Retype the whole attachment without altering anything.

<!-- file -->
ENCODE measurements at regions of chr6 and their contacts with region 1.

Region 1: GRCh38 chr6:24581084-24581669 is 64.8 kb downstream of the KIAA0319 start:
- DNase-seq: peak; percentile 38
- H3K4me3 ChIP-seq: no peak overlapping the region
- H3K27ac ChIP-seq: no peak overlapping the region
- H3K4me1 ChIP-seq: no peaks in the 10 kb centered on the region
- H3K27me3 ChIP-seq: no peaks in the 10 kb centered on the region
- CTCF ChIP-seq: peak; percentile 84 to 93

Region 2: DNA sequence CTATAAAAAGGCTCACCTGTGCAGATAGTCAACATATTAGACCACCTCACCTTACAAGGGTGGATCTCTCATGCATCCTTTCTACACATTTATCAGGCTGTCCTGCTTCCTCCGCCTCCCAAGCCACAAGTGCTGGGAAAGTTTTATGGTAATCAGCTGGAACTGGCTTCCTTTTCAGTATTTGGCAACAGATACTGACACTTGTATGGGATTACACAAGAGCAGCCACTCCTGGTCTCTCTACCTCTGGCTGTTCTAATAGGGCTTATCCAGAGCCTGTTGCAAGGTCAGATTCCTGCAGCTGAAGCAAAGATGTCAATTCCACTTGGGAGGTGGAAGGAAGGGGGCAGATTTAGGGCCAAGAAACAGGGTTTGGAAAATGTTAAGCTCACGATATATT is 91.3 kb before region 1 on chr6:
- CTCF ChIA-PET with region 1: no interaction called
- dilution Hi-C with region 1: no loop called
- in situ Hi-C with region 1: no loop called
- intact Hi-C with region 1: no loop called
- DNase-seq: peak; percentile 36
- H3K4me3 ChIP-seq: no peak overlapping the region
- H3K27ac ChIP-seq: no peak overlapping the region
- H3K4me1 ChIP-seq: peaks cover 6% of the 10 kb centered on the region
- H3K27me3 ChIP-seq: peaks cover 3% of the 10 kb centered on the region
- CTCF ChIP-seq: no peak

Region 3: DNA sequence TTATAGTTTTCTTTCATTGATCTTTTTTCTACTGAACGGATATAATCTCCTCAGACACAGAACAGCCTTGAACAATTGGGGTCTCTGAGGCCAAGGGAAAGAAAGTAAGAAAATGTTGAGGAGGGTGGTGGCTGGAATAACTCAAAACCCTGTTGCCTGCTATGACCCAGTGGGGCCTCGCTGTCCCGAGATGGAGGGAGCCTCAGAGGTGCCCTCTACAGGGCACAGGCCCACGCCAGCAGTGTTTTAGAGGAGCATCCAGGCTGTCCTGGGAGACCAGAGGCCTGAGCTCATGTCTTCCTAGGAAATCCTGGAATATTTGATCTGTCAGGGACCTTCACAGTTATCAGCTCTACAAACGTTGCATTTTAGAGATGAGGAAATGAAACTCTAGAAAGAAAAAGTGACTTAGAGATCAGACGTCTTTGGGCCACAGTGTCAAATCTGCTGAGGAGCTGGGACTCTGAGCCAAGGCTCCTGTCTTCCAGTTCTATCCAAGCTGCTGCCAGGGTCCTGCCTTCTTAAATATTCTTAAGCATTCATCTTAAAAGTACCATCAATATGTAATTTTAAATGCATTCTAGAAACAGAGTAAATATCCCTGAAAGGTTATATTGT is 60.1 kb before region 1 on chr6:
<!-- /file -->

ENCODE measurements at regions of chr6 and their contacts with region 1.

Region 1: GRCh38 chr6:24581084-24581669 is 64.8 kb downstream of the KIAA0319 start:
- DNase-seq: peak; percentile 38
- H3K4me3 ChIP-seq: no peak overlapping the region
- H3K27ac ChIP-seq: no peak overlapping the region
- H3K4me1 ChIP-seq: no peaks in the 10 kb centered on the region
- H3K27me3 ChIP-seq: no peaks in the 10 kb centered on the region
- CTCF ChIP-seq: peak; percentile 84 to 93

Region 2: DNA sequence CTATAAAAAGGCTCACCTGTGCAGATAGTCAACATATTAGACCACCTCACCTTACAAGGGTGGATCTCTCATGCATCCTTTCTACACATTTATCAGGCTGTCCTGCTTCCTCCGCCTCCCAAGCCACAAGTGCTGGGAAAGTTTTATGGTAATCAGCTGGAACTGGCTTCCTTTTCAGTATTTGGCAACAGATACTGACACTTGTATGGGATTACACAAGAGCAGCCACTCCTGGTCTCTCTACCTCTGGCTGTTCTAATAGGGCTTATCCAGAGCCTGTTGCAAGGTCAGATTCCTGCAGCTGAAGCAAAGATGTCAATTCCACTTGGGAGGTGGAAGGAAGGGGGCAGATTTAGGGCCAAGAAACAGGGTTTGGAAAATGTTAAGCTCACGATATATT is 91.3 kb before region 1 on chr6:
- CTCF ChIA-PET with region 1: no interaction called
- dilution Hi-C with region 1: no loop called
- in situ Hi-C with region 1: no loop called
- intact Hi-C with region 1: no loop called
- DNase-seq: peak; percentile 36
- H3K4me3 ChIP-seq: no peak overlapping the region
- H3K27ac ChIP-seq: no peak overlapping the region
- H3K4me1 ChIP-seq: peaks cover 6% of the 10 kb centered on the region
- H3K27me3 ChIP-seq: peaks cover 3% of the 10 kb centered on the region
- CTCF ChIP-seq: no peak

Region 3: DNA sequence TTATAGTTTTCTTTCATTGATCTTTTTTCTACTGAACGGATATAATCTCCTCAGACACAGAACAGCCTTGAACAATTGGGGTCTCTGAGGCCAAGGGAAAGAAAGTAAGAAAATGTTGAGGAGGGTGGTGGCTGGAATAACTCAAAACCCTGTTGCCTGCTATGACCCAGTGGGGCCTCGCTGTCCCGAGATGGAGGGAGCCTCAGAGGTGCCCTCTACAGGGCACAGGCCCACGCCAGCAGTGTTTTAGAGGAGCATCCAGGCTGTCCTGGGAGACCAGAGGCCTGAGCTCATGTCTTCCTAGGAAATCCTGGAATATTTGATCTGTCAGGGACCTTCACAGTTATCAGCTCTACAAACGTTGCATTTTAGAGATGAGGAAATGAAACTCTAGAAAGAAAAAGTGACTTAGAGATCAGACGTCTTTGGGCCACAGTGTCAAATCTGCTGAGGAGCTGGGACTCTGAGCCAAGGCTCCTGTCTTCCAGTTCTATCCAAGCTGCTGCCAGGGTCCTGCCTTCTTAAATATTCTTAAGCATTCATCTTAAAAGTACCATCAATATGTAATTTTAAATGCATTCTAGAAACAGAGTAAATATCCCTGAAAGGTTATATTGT is 60.1 kb before region 1 on chr6: